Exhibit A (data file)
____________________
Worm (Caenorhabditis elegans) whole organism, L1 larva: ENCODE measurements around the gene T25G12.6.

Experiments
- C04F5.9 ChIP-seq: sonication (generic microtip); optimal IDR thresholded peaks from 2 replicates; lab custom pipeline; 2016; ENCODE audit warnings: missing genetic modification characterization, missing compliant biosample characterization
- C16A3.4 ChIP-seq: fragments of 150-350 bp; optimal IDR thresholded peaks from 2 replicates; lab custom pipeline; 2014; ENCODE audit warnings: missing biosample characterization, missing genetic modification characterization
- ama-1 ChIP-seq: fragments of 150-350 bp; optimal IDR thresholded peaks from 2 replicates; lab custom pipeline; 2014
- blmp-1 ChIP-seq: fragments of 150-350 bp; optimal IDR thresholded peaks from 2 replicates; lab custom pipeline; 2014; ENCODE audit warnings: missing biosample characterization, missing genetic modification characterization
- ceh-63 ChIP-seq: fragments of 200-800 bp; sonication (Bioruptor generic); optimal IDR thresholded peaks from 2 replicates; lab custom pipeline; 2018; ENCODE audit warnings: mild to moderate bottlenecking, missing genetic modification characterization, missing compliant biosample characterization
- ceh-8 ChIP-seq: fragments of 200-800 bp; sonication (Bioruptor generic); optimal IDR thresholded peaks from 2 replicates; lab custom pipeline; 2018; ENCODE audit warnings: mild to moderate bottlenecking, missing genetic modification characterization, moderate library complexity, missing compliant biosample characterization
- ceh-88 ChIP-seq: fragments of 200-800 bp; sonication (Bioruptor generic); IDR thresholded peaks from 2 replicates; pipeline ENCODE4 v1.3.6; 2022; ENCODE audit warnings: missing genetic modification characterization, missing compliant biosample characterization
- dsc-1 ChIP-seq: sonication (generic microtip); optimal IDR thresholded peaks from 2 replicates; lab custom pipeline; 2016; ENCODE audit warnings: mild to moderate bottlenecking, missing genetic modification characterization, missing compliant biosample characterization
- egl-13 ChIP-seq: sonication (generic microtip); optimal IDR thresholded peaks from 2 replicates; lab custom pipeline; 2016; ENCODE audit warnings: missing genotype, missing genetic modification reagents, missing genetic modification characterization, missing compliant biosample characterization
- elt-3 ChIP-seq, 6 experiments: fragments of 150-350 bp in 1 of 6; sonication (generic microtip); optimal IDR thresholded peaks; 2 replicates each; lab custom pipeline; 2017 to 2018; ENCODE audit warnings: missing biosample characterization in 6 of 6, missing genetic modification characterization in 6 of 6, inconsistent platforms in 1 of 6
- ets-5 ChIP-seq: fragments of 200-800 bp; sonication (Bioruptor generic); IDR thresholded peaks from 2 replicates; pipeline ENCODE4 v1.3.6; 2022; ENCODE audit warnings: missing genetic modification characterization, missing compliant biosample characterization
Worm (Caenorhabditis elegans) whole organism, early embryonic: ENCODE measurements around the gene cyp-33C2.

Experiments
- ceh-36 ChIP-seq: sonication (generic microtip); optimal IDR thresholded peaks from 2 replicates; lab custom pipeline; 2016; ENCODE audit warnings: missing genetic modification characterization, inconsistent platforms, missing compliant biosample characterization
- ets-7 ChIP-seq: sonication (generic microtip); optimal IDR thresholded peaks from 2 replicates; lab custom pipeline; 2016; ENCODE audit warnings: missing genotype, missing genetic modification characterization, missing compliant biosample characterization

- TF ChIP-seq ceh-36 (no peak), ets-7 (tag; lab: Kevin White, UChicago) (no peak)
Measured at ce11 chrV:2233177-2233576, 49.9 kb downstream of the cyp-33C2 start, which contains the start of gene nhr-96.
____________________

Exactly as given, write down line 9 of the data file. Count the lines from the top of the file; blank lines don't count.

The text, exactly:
- ceh-88 ChIP-seq: fragments of 200-800 bp; sonication (Bioruptor generic); IDR thresholded peaks from 2 replicates; pipeline ENCODE4 v1.3.6; 2022; ENCODE audit warnings: missing genetic modification characterization, missing compliant biosample characterization